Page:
Jeremy Kister > File-TinyLock > File::TinyLock



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Module Version: 1.20   Source  


File::TinyLock - Utility for process locking and unlocking.


  use File::TinyLock;

  my $LOCK = '/tmp/testing.lock';

  my $locksmith = File::TinyLock->new(lock => $LOCK);
  if( $locksmith->lock() ){
    warn "we have locked\n";
    warn "we have unlocked\n";
    warn "could not lock..\n";


File::TinyLock provides lock, unlock, and checklock methods for working with process locking. This utility attempts to be useful when you require one of a process to be running at a time, but someone could possibly try to spawn off a second (such as having a crontab where you are *hoping* one job ends before the next starts).


lock( [LOCK] [,OPTIONS] );

LOCK is a mandatory lock file.

OPTIONS are passed in a hash like fashion, using key and value pairs. Possible options are:

mylock - Unique file to identify our process (Default: auto-generated) - *must* be on the same filesystem as <LOCK>

retries - Number of times to retry getting a lock (Default: 5)

retrydelay - Number of seconds to wait between retries (Default: 60)

debug - Print debugging info to STDERR (0=Off, 1=On) (Default: 0).


Here are a list of return codes of the lock function and what they mean:

0 The process could not get a lock.
1 The process has obtained a lock.

.. and for the checklock function:

0 The process does not have a lock.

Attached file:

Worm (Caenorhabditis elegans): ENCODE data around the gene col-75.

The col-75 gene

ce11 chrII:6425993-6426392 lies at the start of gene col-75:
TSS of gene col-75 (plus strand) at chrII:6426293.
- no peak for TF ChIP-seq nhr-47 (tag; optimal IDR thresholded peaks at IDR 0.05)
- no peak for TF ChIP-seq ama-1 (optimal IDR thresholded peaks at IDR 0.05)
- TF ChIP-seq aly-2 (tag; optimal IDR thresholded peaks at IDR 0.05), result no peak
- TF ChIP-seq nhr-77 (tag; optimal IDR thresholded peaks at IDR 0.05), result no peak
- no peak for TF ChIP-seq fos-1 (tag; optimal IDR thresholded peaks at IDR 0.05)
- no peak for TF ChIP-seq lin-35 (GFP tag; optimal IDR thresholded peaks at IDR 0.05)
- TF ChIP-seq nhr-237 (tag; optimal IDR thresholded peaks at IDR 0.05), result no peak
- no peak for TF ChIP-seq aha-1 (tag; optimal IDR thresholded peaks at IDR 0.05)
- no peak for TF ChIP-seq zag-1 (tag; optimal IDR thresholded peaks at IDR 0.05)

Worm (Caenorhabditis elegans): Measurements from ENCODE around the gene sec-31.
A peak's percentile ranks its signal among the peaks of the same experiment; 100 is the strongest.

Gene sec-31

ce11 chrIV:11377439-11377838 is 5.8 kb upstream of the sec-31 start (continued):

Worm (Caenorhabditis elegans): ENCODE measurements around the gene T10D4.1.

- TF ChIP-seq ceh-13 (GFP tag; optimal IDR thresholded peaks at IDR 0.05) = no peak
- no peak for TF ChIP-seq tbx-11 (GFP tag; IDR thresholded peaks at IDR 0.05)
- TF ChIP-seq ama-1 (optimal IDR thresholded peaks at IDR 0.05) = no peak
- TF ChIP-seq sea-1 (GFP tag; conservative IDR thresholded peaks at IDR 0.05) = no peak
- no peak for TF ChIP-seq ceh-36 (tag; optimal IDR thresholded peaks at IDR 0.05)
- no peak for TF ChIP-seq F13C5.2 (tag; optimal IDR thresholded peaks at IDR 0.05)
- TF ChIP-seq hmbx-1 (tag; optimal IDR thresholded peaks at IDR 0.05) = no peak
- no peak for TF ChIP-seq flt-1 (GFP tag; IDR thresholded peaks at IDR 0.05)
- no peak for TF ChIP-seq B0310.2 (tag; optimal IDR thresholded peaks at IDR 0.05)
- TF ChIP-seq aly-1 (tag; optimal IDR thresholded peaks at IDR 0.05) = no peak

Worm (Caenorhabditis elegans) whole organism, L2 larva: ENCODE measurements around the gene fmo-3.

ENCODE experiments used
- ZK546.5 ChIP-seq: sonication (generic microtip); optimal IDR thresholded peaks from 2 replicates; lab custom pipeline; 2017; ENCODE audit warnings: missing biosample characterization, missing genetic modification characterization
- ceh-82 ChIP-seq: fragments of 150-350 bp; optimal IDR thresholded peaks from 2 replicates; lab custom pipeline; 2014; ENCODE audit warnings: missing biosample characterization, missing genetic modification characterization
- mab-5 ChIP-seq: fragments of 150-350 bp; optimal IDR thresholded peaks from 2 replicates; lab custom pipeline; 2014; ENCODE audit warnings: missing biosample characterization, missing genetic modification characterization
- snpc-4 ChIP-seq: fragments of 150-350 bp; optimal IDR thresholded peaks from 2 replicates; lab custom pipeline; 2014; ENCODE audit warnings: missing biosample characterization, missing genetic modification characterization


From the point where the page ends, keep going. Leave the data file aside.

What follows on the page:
1 The process has a lock.

.. and the unlock function:

Note: method will die if we cannot modify <LOCK>


  # run the below code twice ( e.g. perl ./ & ; perl ./ )

  use strict;
  use File::TinyLock;

  my $lock = '/tmp/testing.lock';
  my $locksmith = File::TinyLock->new(lock => $lock, debug => 1);

  my $result = $locksmith->lock();
    print "We have obtained a lock\n";
        # do stuff 

  sleep 30;



If you leave lock files around (from not unlocking the file before your code exits), File::TinyLock will try its best to clean up and/or determine if the lock files are stale or not. This is best effort, and may yield false positives. For example, if your code was running as pid 1234 and crashed without unlocking, stale detection may fail if there is a new process running with pid 1234.


Locking will only remain successfull while your code is active. You can not lock, let your code exit, and start your code again - doing so will result in stale lock files left behind.

start code -> get lock -> do stuff -> unlock -> exit;


<a href="">Jeremy Kister</a>

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